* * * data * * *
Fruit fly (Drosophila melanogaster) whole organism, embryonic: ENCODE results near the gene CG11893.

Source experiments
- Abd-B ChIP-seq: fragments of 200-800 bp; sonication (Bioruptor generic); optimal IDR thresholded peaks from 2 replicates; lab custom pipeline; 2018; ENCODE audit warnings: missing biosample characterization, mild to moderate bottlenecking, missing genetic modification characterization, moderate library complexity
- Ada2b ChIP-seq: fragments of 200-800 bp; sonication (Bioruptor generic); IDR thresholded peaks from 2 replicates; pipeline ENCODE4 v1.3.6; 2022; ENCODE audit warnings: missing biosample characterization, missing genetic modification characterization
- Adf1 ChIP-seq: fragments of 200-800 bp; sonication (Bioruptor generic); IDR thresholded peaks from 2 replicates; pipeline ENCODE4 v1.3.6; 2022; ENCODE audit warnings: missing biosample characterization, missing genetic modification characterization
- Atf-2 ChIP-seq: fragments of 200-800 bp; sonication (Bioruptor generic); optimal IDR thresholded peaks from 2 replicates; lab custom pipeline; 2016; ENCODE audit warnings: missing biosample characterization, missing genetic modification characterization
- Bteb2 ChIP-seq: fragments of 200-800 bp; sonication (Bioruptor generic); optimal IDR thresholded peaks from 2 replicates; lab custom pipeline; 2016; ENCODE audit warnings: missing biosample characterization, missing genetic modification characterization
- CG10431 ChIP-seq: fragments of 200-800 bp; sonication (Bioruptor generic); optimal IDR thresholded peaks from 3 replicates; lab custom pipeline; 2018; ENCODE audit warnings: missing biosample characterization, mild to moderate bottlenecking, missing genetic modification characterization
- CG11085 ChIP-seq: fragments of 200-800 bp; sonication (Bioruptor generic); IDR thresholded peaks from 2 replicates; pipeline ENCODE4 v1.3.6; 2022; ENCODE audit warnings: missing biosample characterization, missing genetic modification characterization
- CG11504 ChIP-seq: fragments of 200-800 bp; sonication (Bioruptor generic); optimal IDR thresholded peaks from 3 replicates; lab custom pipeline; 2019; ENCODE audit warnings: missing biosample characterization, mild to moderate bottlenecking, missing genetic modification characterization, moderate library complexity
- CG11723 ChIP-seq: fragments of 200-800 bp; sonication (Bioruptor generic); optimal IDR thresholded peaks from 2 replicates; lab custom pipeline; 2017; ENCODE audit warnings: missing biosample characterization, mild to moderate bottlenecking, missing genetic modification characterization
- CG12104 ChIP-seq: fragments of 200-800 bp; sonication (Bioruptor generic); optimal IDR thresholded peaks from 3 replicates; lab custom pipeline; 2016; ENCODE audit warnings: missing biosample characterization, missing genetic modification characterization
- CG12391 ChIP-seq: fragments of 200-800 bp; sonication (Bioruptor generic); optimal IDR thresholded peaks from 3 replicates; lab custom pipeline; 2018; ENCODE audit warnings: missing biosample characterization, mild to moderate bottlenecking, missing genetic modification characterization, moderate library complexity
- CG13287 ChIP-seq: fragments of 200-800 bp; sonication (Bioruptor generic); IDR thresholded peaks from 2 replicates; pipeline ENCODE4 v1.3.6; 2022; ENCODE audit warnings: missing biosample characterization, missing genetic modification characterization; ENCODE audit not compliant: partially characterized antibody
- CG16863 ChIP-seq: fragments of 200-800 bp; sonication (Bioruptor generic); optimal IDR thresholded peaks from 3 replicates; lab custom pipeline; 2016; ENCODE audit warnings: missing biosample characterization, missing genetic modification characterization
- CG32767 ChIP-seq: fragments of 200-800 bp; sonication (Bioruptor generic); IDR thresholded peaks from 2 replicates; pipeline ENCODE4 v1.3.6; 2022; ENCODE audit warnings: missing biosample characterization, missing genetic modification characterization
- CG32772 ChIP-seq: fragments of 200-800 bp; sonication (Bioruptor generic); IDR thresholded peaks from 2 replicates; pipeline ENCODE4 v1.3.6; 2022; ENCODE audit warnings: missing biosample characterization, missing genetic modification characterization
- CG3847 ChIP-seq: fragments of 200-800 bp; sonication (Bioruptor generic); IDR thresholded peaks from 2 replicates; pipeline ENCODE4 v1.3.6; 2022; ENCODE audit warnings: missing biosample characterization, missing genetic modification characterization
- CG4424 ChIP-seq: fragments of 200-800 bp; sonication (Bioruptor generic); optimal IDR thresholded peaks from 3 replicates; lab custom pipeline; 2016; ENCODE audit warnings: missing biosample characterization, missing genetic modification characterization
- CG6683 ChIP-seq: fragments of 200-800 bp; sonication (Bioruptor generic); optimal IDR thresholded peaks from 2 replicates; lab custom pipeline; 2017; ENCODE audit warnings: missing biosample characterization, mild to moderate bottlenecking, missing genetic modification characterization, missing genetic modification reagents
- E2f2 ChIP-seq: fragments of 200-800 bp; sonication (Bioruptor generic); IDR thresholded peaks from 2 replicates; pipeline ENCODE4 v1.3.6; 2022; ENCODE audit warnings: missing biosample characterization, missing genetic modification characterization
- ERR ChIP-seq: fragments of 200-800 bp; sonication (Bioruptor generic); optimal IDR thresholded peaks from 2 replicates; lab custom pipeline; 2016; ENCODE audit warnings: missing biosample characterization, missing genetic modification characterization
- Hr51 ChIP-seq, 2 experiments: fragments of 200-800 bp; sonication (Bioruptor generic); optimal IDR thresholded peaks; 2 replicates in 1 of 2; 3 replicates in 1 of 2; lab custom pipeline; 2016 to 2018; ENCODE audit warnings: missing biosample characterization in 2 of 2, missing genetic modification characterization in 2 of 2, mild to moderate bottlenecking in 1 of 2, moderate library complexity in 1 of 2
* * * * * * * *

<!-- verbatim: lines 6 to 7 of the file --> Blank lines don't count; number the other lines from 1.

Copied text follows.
- Atf-2 ChIP-seq: fragments of 200-800 bp; sonication (Bioruptor generic); optimal IDR thresholded peaks from 2 replicates; lab custom pipeline; 2016; ENCODE audit warnings: missing biosample characterization, missing genetic modification characterization
- Bteb2 ChIP-seq: fragments of 200-800 bp; sonication (Bioruptor generic); optimal IDR thresholded peaks from 2 replicates; lab custom pipeline; 2016; ENCODE audit warnings: missing biosample characterization, missing genetic modification characterization